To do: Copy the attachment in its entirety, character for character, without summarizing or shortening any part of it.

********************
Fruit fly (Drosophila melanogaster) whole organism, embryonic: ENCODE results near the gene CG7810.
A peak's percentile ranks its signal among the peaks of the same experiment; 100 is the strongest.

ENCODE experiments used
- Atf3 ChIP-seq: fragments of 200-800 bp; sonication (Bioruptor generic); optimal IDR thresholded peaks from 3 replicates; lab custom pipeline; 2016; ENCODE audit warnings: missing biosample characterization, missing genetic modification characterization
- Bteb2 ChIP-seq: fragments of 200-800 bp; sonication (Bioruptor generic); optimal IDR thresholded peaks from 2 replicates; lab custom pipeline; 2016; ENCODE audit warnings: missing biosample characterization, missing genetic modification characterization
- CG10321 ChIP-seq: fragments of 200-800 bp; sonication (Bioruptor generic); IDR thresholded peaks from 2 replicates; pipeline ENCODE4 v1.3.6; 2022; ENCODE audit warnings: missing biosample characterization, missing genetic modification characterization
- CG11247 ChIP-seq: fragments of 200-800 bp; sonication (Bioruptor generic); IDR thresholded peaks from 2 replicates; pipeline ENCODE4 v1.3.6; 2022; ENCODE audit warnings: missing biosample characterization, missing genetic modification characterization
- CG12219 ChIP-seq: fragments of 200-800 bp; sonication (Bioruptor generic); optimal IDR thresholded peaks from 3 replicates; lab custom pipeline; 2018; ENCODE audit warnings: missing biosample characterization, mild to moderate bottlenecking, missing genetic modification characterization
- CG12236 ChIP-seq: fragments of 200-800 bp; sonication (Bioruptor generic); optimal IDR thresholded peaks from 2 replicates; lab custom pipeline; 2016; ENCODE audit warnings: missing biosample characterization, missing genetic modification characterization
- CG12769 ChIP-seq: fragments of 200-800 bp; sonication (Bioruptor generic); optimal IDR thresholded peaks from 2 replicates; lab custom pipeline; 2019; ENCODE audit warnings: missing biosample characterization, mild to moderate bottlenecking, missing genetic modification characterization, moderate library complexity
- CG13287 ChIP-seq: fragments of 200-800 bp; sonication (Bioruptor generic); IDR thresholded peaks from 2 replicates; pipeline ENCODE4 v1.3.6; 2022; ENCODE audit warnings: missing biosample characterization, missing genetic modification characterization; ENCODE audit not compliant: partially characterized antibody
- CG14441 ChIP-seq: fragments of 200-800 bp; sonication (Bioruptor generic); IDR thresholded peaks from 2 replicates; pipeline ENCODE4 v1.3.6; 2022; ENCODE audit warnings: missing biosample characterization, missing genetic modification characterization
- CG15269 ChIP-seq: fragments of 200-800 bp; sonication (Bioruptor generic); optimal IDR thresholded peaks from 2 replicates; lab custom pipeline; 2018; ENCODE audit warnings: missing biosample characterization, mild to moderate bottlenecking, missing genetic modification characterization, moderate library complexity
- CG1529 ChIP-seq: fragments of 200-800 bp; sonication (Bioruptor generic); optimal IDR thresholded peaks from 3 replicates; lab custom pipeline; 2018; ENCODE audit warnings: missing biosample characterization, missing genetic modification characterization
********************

Fruit fly (Drosophila melanogaster) whole organism, embryonic: ENCODE results near the gene CG7810.
A peak's percentile ranks its signal among the peaks of the same experiment; 100 is the strongest.

ENCODE experiments used
- Atf3 ChIP-seq: fragments of 200-800 bp; sonication (Bioruptor generic); optimal IDR thresholded peaks from 3 replicates; lab custom pipeline; 2016; ENCODE audit warnings: missing biosample characterization, missing genetic modification characterization
- Bteb2 ChIP-seq: fragments of 200-800 bp; sonication (Bioruptor generic); optimal IDR thresholded peaks from 2 replicates; lab custom pipeline; 2016; ENCODE audit warnings: missing biosample characterization, missing genetic modification characterization
- CG10321 ChIP-seq: fragments of 200-800 bp; sonication (Bioruptor generic); IDR thresholded peaks from 2 replicates; pipeline ENCODE4 v1.3.6; 2022; ENCODE audit warnings: missing biosample characterization, missing genetic modification characterization
- CG11247 ChIP-seq: fragments of 200-800 bp; sonication (Bioruptor generic); IDR thresholded peaks from 2 replicates; pipeline ENCODE4 v1.3.6; 2022; ENCODE audit warnings: missing biosample characterization, missing genetic modification characterization
- CG12219 ChIP-seq: fragments of 200-800 bp; sonication (Bioruptor generic); optimal IDR thresholded peaks from 3 replicates; lab custom pipeline; 2018; ENCODE audit warnings: missing biosample characterization, mild to moderate bottlenecking, missing genetic modification characterization
- CG12236 ChIP-seq: fragments of 200-800 bp; sonication (Bioruptor generic); optimal IDR thresholded peaks from 2 replicates; lab custom pipeline; 2016; ENCODE audit warnings: missing biosample characterization, missing genetic modification characterization
- CG12769 ChIP-seq: fragments of 200-800 bp; sonication (Bioruptor generic); optimal IDR thresholded peaks from 2 replicates; lab custom pipeline; 2019; ENCODE audit warnings: missing biosample characterization, mild to moderate bottlenecking, missing genetic modification characterization, moderate library complexity
- CG13287 ChIP-seq: fragments of 200-800 bp; sonication (Bioruptor generic); IDR thresholded peaks from 2 replicates; pipeline ENCODE4 v1.3.6; 2022; ENCODE audit warnings: missing biosample characterization, missing genetic modification characterization; ENCODE audit not compliant: partially characterized antibody
- CG14441 ChIP-seq: fragments of 200-800 bp; sonication (Bioruptor generic); IDR thresholded peaks from 2 replicates; pipeline ENCODE4 v1.3.6; 2022; ENCODE audit warnings: missing biosample characterization, missing genetic modification characterization
- CG15269 ChIP-seq: fragments of 200-800 bp; sonication (Bioruptor generic); optimal IDR thresholded peaks from 2 replicates; lab custom pipeline; 2018; ENCODE audit warnings: missing biosample characterization, mild to moderate bottlenecking, missing genetic modification characterization, moderate library complexity
- CG1529 ChIP-seq: fragments of 200-800 bp; sonication (Bioruptor generic); optimal IDR thresholded peaks from 3 replicates; lab custom pipeline; 2018; ENCODE audit warnings: missing biosample characterization, missing genetic modification characterization